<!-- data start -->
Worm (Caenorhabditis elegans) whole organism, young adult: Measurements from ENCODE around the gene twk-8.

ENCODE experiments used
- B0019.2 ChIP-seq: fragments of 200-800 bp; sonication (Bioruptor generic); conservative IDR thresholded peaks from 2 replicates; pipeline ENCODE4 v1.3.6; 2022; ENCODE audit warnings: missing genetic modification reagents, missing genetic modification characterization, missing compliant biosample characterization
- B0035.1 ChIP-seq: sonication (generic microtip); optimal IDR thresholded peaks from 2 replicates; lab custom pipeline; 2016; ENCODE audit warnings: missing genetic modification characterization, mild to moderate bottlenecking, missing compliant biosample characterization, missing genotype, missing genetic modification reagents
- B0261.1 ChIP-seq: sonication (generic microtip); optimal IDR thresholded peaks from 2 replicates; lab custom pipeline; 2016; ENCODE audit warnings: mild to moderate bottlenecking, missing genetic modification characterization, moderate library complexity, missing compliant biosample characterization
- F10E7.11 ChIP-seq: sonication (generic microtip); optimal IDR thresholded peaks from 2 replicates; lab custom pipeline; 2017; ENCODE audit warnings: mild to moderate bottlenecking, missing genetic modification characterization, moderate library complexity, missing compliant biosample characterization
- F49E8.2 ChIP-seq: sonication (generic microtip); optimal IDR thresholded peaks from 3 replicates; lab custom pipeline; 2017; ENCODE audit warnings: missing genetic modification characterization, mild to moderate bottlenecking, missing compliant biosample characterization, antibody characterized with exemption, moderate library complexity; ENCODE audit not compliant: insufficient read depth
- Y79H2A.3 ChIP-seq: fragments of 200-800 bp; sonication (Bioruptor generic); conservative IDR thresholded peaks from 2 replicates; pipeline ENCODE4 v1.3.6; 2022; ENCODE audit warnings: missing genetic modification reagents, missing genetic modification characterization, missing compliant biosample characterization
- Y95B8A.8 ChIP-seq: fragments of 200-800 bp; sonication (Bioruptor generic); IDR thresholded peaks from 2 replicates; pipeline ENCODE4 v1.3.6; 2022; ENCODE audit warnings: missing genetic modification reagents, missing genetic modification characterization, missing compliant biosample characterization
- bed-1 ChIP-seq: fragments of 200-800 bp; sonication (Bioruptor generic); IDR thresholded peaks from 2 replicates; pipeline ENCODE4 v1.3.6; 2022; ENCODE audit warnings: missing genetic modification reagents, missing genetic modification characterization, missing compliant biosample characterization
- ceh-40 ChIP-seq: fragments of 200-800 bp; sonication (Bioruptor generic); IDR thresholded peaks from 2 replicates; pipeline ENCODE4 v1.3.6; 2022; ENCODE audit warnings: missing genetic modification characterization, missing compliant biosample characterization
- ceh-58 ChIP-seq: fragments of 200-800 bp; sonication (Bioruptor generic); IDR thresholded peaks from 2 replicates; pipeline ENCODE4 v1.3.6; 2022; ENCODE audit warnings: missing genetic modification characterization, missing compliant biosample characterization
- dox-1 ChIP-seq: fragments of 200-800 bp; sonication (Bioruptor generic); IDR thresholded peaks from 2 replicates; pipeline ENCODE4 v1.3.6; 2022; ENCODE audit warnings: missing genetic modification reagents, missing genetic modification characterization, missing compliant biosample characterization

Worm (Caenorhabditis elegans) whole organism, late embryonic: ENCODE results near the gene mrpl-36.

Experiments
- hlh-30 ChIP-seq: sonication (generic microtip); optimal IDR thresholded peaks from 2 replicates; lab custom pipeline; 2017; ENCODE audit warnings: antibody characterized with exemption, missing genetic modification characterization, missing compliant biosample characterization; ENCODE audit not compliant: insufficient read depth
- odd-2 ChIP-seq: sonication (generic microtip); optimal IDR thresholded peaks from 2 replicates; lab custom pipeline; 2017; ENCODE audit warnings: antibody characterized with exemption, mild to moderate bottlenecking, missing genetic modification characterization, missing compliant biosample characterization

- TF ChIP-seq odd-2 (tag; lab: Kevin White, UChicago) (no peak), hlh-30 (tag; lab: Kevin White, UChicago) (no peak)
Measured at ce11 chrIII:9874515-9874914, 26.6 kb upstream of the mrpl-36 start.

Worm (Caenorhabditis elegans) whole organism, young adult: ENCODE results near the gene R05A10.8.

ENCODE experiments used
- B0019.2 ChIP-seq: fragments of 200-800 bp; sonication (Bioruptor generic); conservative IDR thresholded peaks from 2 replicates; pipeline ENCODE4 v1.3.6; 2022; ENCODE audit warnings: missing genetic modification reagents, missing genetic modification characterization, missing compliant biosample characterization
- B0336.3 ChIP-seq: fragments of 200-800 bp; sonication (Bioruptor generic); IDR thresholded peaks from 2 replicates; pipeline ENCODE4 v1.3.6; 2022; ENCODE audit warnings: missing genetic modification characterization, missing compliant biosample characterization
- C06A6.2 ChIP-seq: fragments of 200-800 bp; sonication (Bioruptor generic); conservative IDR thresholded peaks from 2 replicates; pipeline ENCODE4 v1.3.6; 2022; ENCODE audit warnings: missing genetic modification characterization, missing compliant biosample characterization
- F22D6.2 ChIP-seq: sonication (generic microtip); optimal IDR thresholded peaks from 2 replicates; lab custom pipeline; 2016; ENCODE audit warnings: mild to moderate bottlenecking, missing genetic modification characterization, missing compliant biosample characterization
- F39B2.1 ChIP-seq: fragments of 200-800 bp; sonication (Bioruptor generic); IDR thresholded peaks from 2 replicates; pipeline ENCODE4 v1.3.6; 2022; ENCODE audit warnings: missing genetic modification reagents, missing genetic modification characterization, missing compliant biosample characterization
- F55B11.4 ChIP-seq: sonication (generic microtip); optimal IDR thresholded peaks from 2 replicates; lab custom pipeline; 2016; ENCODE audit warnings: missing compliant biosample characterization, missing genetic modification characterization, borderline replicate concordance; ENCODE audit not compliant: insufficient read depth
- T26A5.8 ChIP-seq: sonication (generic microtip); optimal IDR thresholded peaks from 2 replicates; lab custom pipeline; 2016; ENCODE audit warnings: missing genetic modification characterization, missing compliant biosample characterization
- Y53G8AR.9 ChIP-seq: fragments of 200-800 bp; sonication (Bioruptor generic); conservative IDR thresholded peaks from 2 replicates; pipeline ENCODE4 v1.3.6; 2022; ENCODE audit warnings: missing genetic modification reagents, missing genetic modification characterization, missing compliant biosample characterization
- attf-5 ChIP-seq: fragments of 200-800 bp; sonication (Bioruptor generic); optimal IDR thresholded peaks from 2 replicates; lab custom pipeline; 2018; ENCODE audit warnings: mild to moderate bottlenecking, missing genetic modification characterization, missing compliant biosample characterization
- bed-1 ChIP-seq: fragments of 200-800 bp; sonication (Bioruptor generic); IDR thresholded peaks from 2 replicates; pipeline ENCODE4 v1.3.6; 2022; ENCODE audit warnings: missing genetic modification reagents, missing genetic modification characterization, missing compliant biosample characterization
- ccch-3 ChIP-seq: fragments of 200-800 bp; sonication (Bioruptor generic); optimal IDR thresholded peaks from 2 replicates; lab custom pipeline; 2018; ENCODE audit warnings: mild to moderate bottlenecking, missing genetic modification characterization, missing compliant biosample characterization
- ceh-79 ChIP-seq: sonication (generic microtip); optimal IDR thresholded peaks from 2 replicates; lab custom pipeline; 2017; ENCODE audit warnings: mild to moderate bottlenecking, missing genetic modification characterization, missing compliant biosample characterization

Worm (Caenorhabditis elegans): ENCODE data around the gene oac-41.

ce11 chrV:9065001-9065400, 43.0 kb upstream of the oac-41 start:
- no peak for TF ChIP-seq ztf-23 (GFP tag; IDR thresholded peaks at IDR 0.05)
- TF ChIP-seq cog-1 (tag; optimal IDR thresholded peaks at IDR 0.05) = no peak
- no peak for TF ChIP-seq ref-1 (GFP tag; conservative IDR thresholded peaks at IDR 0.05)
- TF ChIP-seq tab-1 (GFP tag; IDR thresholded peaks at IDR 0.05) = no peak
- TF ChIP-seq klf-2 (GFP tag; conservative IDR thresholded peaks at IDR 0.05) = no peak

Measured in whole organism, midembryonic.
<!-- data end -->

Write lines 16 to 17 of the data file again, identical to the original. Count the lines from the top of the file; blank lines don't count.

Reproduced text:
- hlh-30 ChIP-seq: sonication (generic microtip); optimal IDR thresholded peaks from 2 replicates; lab custom pipeline; 2017; ENCODE audit warnings: antibody characterized with exemption, missing genetic modification characterization, missing compliant biosample characterization; ENCODE audit not compliant: insufficient read depth
- odd-2 ChIP-seq: sonication (generic microtip); optimal IDR thresholded peaks from 2 replicates; lab custom pipeline; 2017; ENCODE audit warnings: antibody characterized with exemption, mild to moderate bottlenecking, missing genetic modification characterization, missing compliant biosample characterization